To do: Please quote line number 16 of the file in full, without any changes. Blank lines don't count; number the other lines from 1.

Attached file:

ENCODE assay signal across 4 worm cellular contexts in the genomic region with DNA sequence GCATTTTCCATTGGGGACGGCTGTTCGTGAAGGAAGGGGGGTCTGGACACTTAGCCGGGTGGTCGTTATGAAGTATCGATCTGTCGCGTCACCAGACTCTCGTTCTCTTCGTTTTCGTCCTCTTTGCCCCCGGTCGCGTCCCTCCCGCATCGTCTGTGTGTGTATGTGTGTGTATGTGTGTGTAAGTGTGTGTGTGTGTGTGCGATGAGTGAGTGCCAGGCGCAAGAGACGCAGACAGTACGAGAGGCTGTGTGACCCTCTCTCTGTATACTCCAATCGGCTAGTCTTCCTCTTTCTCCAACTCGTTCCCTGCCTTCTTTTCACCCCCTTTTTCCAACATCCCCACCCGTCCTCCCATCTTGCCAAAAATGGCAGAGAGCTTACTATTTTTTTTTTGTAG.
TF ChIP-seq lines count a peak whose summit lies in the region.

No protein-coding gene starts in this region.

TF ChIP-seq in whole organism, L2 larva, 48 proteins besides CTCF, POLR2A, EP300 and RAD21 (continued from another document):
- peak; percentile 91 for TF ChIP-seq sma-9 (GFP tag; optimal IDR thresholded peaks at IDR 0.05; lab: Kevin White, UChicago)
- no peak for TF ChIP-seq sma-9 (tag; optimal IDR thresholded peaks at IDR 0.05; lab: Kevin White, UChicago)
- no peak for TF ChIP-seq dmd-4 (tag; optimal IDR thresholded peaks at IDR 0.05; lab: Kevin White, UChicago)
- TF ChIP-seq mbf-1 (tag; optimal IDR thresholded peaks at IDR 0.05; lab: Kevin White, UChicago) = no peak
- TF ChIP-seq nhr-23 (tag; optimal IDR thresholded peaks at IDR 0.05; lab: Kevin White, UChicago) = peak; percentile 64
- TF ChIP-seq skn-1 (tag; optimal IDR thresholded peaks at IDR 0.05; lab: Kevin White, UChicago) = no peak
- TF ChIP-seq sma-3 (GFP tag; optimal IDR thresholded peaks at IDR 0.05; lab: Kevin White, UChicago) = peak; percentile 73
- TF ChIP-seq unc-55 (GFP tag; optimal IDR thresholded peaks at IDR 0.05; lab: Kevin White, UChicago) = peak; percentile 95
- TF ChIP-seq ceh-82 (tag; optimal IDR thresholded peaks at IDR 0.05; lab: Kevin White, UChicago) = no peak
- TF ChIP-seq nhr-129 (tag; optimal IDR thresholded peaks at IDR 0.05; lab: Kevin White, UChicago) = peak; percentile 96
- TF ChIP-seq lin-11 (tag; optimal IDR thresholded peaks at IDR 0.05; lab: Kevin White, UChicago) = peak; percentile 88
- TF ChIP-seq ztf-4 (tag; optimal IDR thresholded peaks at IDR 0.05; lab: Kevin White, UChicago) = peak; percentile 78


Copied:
- TF ChIP-seq ztf-4 (tag; optimal IDR thresholded peaks at IDR 0.05; lab: Kevin White, UChicago) = peak; percentile 78